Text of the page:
By Curtis Loftis || South Carolina honors our public service employees who work hard, play by the rules and retire. We make promises, and as honorable people we keep them. We create, through law and custom, systems by which our citizens order and organize their lives.
Nearly half a million public-service employees and retirees and their families have structured their lives around a significant set of promises called the State Retirement Systems. Those promises are important not just to teachers, police officers, clerks and accountants but to all taxpayers of our state, as we are all ultimately responsible for the costs associated with the systems.
Indications are that at its June 14 meeting, the S.C. Budget and Control Board will, for the third time this year, defer taking a vote to officially commit the state to making its required $89 million contribution to the system for fiscal year 2012-13. A majority of the members cite a Senate subcommittee’s study of the retirement system and a pending independent review of the work of the former actuary. While I understand their concerns, I believe that further delaying the recognition of this obligation is a strategic mistake, sends a wrong signal to the credit-rating agencies and is an indication of the relaxation of the decades-long policy of the Budget and Control Board to promptly respond as circumstances such as this dictate.
The action suggested by some is akin to going to your financial institution and saying, “I will let you know later whether I feel I should make my mortgage payment.” It is simply not a good idea.
The Budget and Control Board has a duty to the members of the system and taxpayers to promptly meet these obligations so that they do not accumulate and become unmanageable over time. That is why I am pressing the other members of the Budget and Control Board to commit to the annual required contribution necessary to maintain our system’s conformity with Government Accounting Standards Board accounting standards. By making this commitment, which will not affect our finances until July 1 of 2012, we make clear our intentions to keep the system fiscally sound. S.C. retirees and public service employees deserve this assurance, and taxpayers deserve this stewardship.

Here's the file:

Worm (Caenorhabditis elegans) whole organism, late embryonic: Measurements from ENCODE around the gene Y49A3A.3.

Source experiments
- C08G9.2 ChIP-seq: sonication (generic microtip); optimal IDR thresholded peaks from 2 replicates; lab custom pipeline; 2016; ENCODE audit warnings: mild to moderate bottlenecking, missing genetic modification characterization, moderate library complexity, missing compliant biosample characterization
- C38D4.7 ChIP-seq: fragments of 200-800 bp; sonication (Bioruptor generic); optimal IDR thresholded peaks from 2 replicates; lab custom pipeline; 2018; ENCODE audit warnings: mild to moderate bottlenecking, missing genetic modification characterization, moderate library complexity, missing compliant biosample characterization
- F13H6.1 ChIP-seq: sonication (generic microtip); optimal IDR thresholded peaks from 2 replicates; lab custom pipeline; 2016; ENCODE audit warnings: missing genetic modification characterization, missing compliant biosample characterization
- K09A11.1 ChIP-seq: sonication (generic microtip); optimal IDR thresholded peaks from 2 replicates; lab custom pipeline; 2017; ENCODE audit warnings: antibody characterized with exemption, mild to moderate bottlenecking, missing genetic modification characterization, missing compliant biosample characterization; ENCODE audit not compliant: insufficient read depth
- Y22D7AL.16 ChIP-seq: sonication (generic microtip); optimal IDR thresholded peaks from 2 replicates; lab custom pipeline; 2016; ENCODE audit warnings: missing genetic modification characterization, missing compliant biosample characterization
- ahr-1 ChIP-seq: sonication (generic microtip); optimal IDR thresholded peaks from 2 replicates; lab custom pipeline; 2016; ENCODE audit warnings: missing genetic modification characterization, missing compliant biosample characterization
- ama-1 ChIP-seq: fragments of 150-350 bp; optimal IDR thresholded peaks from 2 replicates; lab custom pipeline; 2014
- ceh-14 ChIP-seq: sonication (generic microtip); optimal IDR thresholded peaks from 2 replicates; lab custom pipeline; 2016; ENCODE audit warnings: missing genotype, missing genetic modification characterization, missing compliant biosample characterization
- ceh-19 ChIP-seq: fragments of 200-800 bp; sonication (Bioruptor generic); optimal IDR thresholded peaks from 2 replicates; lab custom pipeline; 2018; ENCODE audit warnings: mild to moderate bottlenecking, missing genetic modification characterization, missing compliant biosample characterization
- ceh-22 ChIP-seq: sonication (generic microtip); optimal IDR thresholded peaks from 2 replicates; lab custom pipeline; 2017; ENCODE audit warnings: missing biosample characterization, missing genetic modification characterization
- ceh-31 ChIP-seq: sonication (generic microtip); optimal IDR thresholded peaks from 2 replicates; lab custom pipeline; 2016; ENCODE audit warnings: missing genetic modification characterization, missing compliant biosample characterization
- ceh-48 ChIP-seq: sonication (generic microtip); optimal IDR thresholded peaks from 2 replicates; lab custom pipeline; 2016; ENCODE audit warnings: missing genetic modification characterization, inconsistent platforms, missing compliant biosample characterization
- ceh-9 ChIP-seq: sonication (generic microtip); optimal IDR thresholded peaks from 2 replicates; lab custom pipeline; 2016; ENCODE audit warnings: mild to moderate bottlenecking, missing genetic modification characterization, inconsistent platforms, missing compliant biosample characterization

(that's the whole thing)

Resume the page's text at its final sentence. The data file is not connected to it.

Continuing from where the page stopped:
Twice a year, the treasurer goes to New York to visit rating agencies, investment bankers and other financial partners. The discussions are part and parcel of the treasurer’s responsibilities as custodian of the state’s funds and trustee of the retirement system. I made that trip last week, and it was very clear to me that our prestigious AAA credit rating will be imperiled by the failure to make this required payment. One agency already has included that written warning in its report. It is impossible to put into words how important it is that we protect the excellent ratings that our state enjoys.
Our AAA rating allows us to access capital at the lowest rates available and is a distinction that only a small number of states can claim. Not only does it save the state money, it also provides trickle-down benefits to cities, counties, school districts and other governmental units, and increases our credibility in the marketplace. And it keeps the bar high for the standards of management and discipline that we must apply to our financial affairs to maintain and defend it.
There are many ways to look at this problem, and reasonable people can disagree reasonably. It is my position that we live in a time of great economic uncertainty. Why must we add to the uncertainty of our public service employees, retirees and taxpayers at large? We simply must commit to making the annual required contribution to the retirement system, and we must do so now.